This mold-made figurine (called cuchimilco) is characteristic of the poorly known Chancay archaeological culture of Peru’s central coast. Dating from c. AD 1000 to 1470, Chancay likely was a small regional polity that emerged on the coast following the collapse of the expansive Wari state. The arid conditions on the coast have contributed to excellent preservation of Chancay textiles and wooden objects. Large numbers of mass-produced mold-made ceramic vessels and figurines are also common. This figurine was acquired in Lima in 1965 by Lottie Speth, mother of UMMAA curator emeritus John D. Speth. An accomplished weaver, she had traveled to Peru to study traditional weaving technologies.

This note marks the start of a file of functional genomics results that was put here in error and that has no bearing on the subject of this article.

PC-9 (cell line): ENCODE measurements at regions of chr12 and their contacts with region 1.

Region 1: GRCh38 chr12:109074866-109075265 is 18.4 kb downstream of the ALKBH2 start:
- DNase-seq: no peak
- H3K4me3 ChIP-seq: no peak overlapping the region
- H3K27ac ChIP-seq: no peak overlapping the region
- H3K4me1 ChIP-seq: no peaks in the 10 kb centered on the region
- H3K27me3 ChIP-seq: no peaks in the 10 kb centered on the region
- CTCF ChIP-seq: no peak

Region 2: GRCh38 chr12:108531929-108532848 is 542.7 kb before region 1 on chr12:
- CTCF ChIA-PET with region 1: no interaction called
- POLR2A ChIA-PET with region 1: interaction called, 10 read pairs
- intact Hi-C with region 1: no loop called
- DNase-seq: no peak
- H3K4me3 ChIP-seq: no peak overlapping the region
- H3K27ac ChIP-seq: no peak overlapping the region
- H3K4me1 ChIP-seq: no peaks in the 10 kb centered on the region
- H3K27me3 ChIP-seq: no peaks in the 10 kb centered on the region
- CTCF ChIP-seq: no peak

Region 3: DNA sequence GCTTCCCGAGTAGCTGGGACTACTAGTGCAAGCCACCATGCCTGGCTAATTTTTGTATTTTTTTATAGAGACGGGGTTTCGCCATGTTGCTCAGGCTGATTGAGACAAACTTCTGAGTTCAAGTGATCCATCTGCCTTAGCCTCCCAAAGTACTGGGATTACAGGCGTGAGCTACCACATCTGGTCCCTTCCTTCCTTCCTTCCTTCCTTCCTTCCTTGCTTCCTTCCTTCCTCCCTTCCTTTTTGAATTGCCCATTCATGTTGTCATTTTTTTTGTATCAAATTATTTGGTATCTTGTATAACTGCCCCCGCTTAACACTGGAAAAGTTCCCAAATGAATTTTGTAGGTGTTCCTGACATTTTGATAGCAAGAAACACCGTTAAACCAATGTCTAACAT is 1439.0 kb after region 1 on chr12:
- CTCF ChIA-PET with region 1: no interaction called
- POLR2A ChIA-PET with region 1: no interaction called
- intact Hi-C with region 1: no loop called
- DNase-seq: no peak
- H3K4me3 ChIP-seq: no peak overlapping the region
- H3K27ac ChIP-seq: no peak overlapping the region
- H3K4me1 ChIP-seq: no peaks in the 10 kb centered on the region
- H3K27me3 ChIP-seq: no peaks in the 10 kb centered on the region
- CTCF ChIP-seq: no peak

In honor of the University of Michigan’s 2017 bicentennial, we are celebrating the remarkable archaeological and ethnographic collections and rich legacy of research and teaching at the Museum of Anthropological Archaeology by posting one entry a day for 200 days. The entries will highlight objects from the collections, museum personalities, and UMMAA expeditions. The Kelsey Museum of Archaeology is also posting each day for 200 days on Twitter and Facebook (follow along at #KMA200). After the last post, an exhibition on two centuries of archaeology at U-M opens at the Kelsey. Visit the exhibit—a joint project of the UMMAA and the Kelsey—from October 18, 2017 to May 27, 2018.